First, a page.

Things become even worse the following day when Ramon’s offer on the block in Barrio Logan is accepted. Ramón’s father plans to raise all the rents, force the existing businesses out, and replace Julieta’s lovely restaurant with a flagship location for a new Taco King. This is war! But also, this is love… because despite their stance on opposing sides of this gentrification battle, Ramón and Julieta can’t deny their feeling or their attraction for one another.
I enjoyed the depiction of the close-knit community of Barrio Logan, the sense of tradition and pride in the Mexican culture of the residents, and the absolutely amazing-sounding descriptions of spices and flavors and foods. But, these great elements are in many ways background to the romance, and that’s where the book didn’t particularly work for me.
First of all, the characters: Not only is Ramón CEO of the family empire, he’s also Stanford and Harvard educated. Not only is Julieta an amazing chef, but she’s been trained at Michelin-starred restaurants. [Side note: Why does every romance novel about foodies throw around Michelin stars? Why does everyone in business need a Harvard MBA?] They’re both gorgeous and have amazing bodies, of course. They’re not just reasonably nice people who meet and connect — they’re both stellar in every way. It’s too much.
Second, I just couldn’t help cringing over their dialogue and their inner thoughts. Within seconds of meeting, Julieta is admiring how good Ramón looks in his costume, including “that huge bulge in his pants”. But don’t worry, the ogling is two-sided, as Ramón notes about Julieta: “That ass was the kind that songs were written about”.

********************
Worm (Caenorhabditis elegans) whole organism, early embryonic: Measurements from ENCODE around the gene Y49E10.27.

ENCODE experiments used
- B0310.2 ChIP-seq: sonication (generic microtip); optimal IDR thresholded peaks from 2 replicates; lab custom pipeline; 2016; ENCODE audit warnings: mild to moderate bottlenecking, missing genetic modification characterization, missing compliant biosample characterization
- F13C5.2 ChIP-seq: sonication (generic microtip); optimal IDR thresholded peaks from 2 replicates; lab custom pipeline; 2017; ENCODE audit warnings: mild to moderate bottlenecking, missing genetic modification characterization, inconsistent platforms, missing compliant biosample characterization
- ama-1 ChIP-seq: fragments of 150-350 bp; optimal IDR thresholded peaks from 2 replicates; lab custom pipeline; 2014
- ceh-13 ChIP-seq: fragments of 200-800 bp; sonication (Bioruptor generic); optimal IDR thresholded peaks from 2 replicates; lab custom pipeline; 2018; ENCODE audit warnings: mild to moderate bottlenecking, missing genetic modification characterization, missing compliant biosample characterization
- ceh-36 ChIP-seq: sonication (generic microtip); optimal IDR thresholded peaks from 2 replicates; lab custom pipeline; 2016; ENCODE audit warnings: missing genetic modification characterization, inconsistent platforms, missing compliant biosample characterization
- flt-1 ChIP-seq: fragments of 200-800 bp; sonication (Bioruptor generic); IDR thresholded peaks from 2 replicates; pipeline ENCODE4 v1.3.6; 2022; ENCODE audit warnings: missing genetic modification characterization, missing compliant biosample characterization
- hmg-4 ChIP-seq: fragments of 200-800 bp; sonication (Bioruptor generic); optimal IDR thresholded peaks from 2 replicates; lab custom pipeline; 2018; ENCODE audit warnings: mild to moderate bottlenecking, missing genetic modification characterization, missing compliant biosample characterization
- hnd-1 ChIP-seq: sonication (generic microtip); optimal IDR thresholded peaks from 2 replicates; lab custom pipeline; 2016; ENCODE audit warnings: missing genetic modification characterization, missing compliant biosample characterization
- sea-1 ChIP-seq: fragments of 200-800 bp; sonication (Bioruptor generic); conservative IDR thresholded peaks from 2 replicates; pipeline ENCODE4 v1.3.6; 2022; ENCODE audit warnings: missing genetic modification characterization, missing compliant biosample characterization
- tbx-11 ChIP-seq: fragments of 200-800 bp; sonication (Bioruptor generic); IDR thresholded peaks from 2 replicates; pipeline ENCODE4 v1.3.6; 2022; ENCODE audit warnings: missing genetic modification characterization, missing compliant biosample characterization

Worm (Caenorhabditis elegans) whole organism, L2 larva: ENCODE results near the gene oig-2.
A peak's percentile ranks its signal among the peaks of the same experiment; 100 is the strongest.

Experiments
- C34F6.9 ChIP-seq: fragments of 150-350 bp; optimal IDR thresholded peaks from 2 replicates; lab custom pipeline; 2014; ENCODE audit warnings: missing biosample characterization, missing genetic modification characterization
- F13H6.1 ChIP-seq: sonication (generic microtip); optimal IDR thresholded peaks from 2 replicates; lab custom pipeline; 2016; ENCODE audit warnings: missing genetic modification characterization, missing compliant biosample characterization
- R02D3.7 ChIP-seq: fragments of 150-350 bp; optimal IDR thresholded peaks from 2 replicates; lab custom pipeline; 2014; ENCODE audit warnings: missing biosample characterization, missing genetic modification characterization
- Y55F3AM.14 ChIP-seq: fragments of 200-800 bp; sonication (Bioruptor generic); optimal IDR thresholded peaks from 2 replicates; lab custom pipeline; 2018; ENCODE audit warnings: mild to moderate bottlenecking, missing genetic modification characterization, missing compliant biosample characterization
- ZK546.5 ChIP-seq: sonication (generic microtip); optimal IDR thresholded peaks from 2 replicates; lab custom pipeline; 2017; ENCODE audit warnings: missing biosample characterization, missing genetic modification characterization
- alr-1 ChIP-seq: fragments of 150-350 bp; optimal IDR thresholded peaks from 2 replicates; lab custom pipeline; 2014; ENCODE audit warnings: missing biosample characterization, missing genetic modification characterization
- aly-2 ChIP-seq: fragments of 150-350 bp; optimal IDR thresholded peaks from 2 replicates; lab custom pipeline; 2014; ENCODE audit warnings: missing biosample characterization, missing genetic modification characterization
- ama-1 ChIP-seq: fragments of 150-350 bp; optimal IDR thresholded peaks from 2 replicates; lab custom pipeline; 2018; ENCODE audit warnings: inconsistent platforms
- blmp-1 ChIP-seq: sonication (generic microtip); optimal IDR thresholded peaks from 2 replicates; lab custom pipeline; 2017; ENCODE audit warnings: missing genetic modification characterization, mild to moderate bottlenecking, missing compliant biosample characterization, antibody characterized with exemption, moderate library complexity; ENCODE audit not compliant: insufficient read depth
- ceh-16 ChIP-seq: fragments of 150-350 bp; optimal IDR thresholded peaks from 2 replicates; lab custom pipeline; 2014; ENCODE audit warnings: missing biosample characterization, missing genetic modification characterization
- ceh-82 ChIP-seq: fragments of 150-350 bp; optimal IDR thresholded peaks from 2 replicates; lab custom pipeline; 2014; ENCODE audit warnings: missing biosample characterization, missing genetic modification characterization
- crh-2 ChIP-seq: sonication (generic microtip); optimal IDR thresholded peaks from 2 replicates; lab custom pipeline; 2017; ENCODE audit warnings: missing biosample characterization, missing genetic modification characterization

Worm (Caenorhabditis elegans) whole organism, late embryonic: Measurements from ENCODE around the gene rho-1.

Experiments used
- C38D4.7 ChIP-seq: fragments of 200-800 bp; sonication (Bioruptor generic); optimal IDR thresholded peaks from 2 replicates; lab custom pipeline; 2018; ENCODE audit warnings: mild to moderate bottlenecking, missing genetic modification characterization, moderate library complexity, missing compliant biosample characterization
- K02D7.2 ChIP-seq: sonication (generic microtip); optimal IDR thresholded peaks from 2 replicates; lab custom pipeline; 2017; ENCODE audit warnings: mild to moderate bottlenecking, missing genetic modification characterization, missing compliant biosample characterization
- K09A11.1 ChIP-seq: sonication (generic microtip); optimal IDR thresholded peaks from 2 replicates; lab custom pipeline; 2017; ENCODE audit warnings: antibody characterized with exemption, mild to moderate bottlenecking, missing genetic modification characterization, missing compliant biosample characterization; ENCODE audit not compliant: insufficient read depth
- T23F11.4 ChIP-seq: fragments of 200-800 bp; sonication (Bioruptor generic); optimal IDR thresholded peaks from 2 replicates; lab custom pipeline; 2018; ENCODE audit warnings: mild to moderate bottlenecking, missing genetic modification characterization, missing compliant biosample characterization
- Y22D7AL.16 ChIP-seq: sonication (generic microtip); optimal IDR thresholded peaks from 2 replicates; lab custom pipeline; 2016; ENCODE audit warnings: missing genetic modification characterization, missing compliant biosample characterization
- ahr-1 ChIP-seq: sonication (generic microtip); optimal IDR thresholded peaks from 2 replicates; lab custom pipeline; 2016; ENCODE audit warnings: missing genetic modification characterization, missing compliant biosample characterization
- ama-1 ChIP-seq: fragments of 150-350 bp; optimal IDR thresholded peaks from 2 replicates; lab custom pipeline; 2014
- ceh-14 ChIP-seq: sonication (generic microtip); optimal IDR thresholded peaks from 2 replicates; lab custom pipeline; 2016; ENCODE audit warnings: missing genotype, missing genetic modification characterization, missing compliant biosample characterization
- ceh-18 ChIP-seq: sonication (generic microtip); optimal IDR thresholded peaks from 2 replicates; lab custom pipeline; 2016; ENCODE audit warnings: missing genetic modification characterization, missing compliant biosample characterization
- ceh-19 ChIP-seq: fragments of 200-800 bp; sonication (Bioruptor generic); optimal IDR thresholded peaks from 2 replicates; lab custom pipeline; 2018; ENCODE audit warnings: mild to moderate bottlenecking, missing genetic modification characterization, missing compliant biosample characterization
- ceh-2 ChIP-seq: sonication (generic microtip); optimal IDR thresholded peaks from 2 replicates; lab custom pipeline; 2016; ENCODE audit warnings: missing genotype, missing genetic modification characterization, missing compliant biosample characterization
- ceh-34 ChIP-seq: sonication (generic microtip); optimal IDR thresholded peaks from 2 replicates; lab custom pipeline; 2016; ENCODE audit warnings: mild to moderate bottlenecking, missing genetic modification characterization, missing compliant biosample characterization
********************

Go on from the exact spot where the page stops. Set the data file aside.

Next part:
The supposedly romantic moments are super corny, and the sexy/steamy scenes are unnecessarily specific and graphic. Then again, I recognize that preferences about graphic vs implied sex vary widely among romance readers, so while this aspect didn’t work for me, it may not be a deal-breaker for other readers.
The audiobook features different narrators for chapters from Ramón and Julieta’s perspectives, although they each still have to depict the other character whenever there are scenes together, which means there are two different voices each for Ramón and Julieta — a little weird at times, since they sound so different. It’s a light listen, and overall, the audiobook presentation is well done and entertaining.
I gave Ramón and Julieta 3 stars: I really liked the creative use of Shakespearean inspiration in telling a modern tale and the way the story honors and depicts elements of Mexican heritage and the strong sense of community. It doesn’t rise above 3 stars for me, though, because of the hokiness of the love story — which, in a romance, should be its strongest element.
Ramón and Julieta is enjoyable, despite the cringe-factor. Apparently, it’s the first in a planned series called Love and Tacos. The pieces that didn’t work for me are enough to make me doubt whether I’d want to come back for more.